By way of example, the first layer 50 may be constructed from aluminum, the second 52 and third 54 layers may be constructed from stainless steel. Stainless steel has a higher mass density than aluminum. Alternatively, the second layer 52 may be constructed from stainless steel and the third layer 54 may be constructed from brass or aluminum. The layers 50, 52 and 54 may be attached together by an adhesive or other attachment means. The layers 50, 52 and 54 can be formed in the cover 30 and/or base plate 14.

The materials and dimensions of the different layers, particularly the second 52 and third 54 layers may be designed to create a transfer function that attenuates, or rolls of, a certain frequency band of acoustic noise. By way of example, the layers 50, 52 and 54 may be constructed to attenuate low frequency noise around 1 kHz to 3 kHz, noise typically generated by a hard disk drive 10 and is sensitive to human ears. The present invention therefore provides a structure and design technique for attenuating noise without increasing, or significantly increasing, the thickness of the disk drive.

FIG. 3 shows an embodiment of a disk drive wherein the second layer 52 is constructed as a plate 56 that extends from an area adjacent to the disks to an area adjacent to the voice coil motor, elements that both generate acoustic noise. FIG. 4 provides a specific example of a brass plate 56 that can be provided to attenuate noise in the range of 1 kHz to 3 kHz. It being understood that other materials and dimensions can be used to attenuate noise in a different range of frequencies. While certain exemplary embodiments have been described and shown in the accompanying drawings, it is to be understood that such embodiments are merely illustrative of and not restrictive on the broad invention, and that this invention not be limited to the specific constructions and arrangements shown and described, since various other modifications may occur to those ordinarily skilled in the art.

Patent Citations
Cited PatentFiling datePublication dateApplicantTitle
US3558831Apr 18, 1968Jan 26, 1971Bell Telephone Labor IncTelephone set base structure with exterior plug cavities in the base bottom secured by a detachable baseplate
US4110802May 26, 1977Aug 29, 1978Memorex CorporationCrash stop for disc drive actuator
US4280156Mar 9, 1979Jul 21, 1981Compagnie Internationale Pour L'informatique Cii-Honeywell Bull (Societe Anonyme)Lightly loaded ramp-launched read/write device for a data carrier
US4493554Aug 24, 1981Jan 15, 1985DiffractoMethod and apparatus for determining physical characteristics of objects and object surfaces
US4555739Nov 26, 1982Nov 26, 1985International Business Machines CorporationSemi self-loading ferrite head
US4562500May 25, 1983Dec 31, 1985Tandon CorporationMechanism for latching magnetic disk memory head/arm assembly in parking zone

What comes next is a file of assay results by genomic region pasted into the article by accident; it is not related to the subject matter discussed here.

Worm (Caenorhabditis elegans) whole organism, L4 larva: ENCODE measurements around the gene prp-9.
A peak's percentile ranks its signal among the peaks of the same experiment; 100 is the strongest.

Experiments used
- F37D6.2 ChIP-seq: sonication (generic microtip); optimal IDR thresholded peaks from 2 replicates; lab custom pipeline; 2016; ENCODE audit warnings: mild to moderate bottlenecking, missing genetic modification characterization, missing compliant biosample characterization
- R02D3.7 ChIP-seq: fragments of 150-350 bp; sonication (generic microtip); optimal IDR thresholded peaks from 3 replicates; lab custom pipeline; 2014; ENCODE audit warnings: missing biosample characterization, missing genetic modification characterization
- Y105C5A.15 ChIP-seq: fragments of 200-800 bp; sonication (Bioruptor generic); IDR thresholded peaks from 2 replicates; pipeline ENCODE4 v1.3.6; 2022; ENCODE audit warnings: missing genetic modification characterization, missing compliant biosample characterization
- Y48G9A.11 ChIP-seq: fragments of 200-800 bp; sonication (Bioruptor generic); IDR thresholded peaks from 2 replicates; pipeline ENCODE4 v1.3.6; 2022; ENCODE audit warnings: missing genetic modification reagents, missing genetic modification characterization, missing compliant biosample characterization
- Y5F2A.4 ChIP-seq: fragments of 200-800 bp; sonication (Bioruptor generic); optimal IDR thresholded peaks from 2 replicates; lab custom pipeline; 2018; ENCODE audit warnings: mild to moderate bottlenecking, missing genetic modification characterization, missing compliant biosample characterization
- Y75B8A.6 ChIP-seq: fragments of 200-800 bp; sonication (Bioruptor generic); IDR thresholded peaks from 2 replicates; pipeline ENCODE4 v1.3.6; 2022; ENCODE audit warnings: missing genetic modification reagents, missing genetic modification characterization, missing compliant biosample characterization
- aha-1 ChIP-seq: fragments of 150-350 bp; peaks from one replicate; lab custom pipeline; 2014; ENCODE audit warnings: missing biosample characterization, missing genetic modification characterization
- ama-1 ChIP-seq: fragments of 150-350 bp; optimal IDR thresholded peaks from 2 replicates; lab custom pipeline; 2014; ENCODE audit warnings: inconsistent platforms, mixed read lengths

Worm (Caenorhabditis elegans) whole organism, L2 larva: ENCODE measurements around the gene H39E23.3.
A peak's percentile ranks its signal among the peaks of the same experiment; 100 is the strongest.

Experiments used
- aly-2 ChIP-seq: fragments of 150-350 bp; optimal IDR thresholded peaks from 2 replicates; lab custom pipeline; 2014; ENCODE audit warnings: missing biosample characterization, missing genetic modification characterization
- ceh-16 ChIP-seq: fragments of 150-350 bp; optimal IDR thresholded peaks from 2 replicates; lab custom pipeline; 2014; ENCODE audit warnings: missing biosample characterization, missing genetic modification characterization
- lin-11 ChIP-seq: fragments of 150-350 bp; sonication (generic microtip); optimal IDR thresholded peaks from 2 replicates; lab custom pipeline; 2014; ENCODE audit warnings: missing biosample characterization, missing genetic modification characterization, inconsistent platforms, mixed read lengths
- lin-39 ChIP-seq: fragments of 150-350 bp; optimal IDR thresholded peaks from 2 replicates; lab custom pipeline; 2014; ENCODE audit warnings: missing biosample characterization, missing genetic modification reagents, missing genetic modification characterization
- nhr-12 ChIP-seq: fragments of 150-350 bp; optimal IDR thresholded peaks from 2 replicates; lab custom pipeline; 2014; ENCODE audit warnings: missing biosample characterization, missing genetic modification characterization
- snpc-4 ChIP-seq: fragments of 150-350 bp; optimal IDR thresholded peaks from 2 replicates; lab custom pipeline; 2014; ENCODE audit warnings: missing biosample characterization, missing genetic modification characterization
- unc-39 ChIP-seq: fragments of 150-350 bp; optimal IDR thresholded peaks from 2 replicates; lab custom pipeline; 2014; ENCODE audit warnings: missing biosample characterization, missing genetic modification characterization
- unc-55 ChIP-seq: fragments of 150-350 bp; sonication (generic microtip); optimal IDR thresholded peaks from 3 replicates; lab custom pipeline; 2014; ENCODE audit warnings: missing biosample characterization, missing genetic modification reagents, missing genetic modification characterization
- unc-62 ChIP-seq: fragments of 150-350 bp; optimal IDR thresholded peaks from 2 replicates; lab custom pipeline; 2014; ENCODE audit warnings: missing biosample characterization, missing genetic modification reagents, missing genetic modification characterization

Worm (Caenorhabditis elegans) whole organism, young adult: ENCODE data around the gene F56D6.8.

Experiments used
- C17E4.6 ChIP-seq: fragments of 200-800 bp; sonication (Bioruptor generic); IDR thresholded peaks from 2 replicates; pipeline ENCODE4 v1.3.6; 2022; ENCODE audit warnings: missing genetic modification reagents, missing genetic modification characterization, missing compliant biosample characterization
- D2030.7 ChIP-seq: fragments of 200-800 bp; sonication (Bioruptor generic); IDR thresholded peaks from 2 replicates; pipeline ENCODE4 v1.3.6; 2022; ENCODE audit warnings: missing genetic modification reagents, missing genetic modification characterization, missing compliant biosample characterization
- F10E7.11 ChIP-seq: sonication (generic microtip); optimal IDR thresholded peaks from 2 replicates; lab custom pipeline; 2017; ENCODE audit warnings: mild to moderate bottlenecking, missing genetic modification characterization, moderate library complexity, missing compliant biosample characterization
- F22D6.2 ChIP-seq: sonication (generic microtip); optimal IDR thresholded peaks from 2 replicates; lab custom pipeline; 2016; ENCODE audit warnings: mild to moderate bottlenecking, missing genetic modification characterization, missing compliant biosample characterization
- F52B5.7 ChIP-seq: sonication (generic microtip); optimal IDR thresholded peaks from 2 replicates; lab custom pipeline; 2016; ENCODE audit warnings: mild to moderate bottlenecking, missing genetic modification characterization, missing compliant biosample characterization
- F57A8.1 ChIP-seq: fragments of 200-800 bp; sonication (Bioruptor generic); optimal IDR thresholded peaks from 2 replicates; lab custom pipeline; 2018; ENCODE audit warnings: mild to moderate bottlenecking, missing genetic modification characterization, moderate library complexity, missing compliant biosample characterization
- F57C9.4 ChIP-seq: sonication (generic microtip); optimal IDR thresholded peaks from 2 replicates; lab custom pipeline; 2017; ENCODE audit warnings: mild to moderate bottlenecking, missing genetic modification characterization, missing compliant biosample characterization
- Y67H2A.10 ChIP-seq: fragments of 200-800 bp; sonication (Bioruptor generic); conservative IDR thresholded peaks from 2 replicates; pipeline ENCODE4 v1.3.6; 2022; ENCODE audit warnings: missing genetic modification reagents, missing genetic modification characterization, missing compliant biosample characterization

US4630926Jul 23, 1984Dec 23, 1986Hitachi, Ltd.Fine clearance measuring apparatus
US4661873Nov 14, 1984Apr 28, 1987Lapine TechnologyHead lifter mechanism for hard disk drive
US4673996Apr 29, 1985Jun 16, 1987White James WMagnetic head air bearing slider assembly utilizing transverse pressurization contours
US4703376Sep 23, 1985Oct 27, 1987Lapine TechnologyApparatus for loading and retracting magnetic head in a disk drive
US4731777Oct 9, 1985Mar 15, 1988Sony CorporationOptical disk player
US4739425Jan 29, 1985Apr 19, 1988Siemens AktiengesellschaftMagnetic disk memory comprising a membrane spring-braced bearing of a disk pack which is rotatably mounted at both ends
US4784012Sep 8, 1987Nov 15, 1988United Technologies CorporationRotor balance system
US4794588Dec 9, 1987Dec 27, 1988Sony CorporationOptical disk player
US4802042Feb 5, 1987Jan 31, 1989Magnetic Peripherals Inc.Side-vented magnetic head air bearing slider
US4819105Oct 26, 1987Apr 4, 1989Edwards William JSpacer for disks in a disk drive
US4839756Sep 7, 1988Jun 13, 1989International Business Machines CorporationApparatus for read/write head loading and unloading in a data recording disk file
US4866553Jun 28, 1988Sep 12, 1989Kabushiki Kaisha ToshibaMagnetic disk apparatus having a structure suitable for measuring a minute flying weight
US4870519Nov 20, 1987Sep 26, 1989White James WUniform flying height slider assembly with improved dynamic air bearing characteristics
US4890172Sep 27, 1988Dec 26, 1989Digital Equipment CorporationAutomatic servo gain calibration system for a disk drive
US4949206Jul 29, 1988Aug 14, 1990Miniscribe CorporationCrash stop for rotary disk drive actuator
US4958337Apr 28, 1989Sep 18, 1990Sharp Kabushiki KaishaDisk recording checking method for determining if a disk is defective by the number of errors present
US4982300Dec 9, 1988Jan 1, 1991Magnetic Peripherals Inc.Restrictively damped actuator mount for disc drives